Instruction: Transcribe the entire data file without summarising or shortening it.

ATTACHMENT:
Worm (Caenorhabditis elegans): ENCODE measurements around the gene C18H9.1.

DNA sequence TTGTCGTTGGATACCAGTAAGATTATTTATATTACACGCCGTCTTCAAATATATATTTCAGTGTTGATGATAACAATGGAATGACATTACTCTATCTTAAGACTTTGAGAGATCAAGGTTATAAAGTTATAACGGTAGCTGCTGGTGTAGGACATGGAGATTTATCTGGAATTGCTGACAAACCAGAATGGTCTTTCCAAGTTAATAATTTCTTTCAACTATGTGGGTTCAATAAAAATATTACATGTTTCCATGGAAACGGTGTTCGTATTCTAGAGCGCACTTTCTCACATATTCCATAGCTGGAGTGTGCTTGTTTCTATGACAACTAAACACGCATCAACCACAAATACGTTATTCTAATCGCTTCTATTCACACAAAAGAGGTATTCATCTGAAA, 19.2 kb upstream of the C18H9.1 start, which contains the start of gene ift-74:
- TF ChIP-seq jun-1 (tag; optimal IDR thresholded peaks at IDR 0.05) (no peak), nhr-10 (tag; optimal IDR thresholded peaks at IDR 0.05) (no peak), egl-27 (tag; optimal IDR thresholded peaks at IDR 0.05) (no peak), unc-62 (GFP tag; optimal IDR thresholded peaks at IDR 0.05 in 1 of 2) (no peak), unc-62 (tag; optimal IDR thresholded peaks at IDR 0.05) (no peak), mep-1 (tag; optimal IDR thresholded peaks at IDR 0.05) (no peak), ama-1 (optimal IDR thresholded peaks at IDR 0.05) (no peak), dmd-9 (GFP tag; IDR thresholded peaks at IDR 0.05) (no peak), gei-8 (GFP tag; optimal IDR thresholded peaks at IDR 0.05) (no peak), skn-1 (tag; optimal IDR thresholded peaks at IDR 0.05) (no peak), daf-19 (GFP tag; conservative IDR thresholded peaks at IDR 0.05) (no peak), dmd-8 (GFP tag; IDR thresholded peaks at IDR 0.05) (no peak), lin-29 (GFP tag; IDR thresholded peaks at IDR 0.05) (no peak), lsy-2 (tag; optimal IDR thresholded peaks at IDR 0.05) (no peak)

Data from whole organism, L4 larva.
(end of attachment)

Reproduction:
Worm (Caenorhabditis elegans): ENCODE measurements around the gene C18H9.1.

DNA sequence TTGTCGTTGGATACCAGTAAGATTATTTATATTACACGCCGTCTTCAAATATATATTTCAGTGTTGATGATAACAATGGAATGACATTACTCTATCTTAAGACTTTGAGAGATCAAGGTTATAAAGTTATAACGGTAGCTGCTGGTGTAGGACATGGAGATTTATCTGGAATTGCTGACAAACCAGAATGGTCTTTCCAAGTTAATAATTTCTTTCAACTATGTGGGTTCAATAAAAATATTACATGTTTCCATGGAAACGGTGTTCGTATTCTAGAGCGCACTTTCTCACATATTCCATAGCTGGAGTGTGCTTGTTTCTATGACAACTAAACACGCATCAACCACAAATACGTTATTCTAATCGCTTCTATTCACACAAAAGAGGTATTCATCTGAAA, 19.2 kb upstream of the C18H9.1 start, which contains the start of gene ift-74:
- TF ChIP-seq jun-1 (tag; optimal IDR thresholded peaks at IDR 0.05) (no peak), nhr-10 (tag; optimal IDR thresholded peaks at IDR 0.05) (no peak), egl-27 (tag; optimal IDR thresholded peaks at IDR 0.05) (no peak), unc-62 (GFP tag; optimal IDR thresholded peaks at IDR 0.05 in 1 of 2) (no peak), unc-62 (tag; optimal IDR thresholded peaks at IDR 0.05) (no peak), mep-1 (tag; optimal IDR thresholded peaks at IDR 0.05) (no peak), ama-1 (optimal IDR thresholded peaks at IDR 0.05) (no peak), dmd-9 (GFP tag; IDR thresholded peaks at IDR 0.05) (no peak), gei-8 (GFP tag; optimal IDR thresholded peaks at IDR 0.05) (no peak), skn-1 (tag; optimal IDR thresholded peaks at IDR 0.05) (no peak), daf-19 (GFP tag; conservative IDR thresholded peaks at IDR 0.05) (no peak), dmd-8 (GFP tag; IDR thresholded peaks at IDR 0.05) (no peak), lin-29 (GFP tag; IDR thresholded peaks at IDR 0.05) (no peak), lsy-2 (tag; optimal IDR thresholded peaks at IDR 0.05) (no peak)

Data from whole organism, L4 larva.